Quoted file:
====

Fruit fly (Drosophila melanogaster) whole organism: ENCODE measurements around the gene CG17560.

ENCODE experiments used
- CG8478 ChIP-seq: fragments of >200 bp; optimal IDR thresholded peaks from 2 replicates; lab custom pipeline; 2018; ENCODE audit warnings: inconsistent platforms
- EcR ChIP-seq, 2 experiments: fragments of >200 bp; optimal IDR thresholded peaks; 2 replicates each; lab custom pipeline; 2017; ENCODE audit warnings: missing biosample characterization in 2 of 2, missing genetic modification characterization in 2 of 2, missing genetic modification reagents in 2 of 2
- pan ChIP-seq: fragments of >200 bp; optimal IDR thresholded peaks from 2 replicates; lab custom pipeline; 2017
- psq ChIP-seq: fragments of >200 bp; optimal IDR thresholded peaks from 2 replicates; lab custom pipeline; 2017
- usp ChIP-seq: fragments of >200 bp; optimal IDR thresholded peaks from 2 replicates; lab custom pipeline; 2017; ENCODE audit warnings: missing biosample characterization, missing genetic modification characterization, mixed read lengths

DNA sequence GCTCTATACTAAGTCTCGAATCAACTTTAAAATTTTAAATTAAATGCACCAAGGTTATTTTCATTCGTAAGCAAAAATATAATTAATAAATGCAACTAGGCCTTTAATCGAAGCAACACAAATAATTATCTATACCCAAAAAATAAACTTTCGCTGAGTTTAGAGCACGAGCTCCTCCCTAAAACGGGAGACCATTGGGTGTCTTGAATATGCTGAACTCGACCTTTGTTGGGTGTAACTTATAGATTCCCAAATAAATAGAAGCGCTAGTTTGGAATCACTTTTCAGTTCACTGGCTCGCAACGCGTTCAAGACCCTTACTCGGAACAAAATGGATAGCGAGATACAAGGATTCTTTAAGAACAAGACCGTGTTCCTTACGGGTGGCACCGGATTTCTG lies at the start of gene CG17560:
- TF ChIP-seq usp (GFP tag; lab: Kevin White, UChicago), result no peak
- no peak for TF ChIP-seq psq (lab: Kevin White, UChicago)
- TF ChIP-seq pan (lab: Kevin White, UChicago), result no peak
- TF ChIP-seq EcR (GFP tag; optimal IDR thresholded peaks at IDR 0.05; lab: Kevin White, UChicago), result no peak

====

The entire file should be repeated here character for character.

Fruit fly (Drosophila melanogaster) whole organism: ENCODE measurements around the gene CG17560.

ENCODE experiments used
- CG8478 ChIP-seq: fragments of >200 bp; optimal IDR thresholded peaks from 2 replicates; lab custom pipeline; 2018; ENCODE audit warnings: inconsistent platforms
- EcR ChIP-seq, 2 experiments: fragments of >200 bp; optimal IDR thresholded peaks; 2 replicates each; lab custom pipeline; 2017; ENCODE audit warnings: missing biosample characterization in 2 of 2, missing genetic modification characterization in 2 of 2, missing genetic modification reagents in 2 of 2
- pan ChIP-seq: fragments of >200 bp; optimal IDR thresholded peaks from 2 replicates; lab custom pipeline; 2017
- psq ChIP-seq: fragments of >200 bp; optimal IDR thresholded peaks from 2 replicates; lab custom pipeline; 2017
- usp ChIP-seq: fragments of >200 bp; optimal IDR thresholded peaks from 2 replicates; lab custom pipeline; 2017; ENCODE audit warnings: missing biosample characterization, missing genetic modification characterization, mixed read lengths

DNA sequence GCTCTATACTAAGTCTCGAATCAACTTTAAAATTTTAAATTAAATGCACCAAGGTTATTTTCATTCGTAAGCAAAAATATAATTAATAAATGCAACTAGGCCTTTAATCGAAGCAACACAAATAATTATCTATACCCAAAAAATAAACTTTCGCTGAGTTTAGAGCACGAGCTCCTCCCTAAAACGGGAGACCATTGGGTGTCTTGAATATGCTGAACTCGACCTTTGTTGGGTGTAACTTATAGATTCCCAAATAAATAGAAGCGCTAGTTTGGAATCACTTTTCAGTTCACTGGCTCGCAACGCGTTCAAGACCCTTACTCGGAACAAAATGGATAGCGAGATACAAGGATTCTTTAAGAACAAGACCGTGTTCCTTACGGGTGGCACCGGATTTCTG lies at the start of gene CG17560:
- TF ChIP-seq usp (GFP tag; lab: Kevin White, UChicago), result no peak
- no peak for TF ChIP-seq psq (lab: Kevin White, UChicago)
- TF ChIP-seq pan (lab: Kevin White, UChicago), result no peak
- TF ChIP-seq EcR (GFP tag; optimal IDR thresholded peaks at IDR 0.05; lab: Kevin White, UChicago), result no peak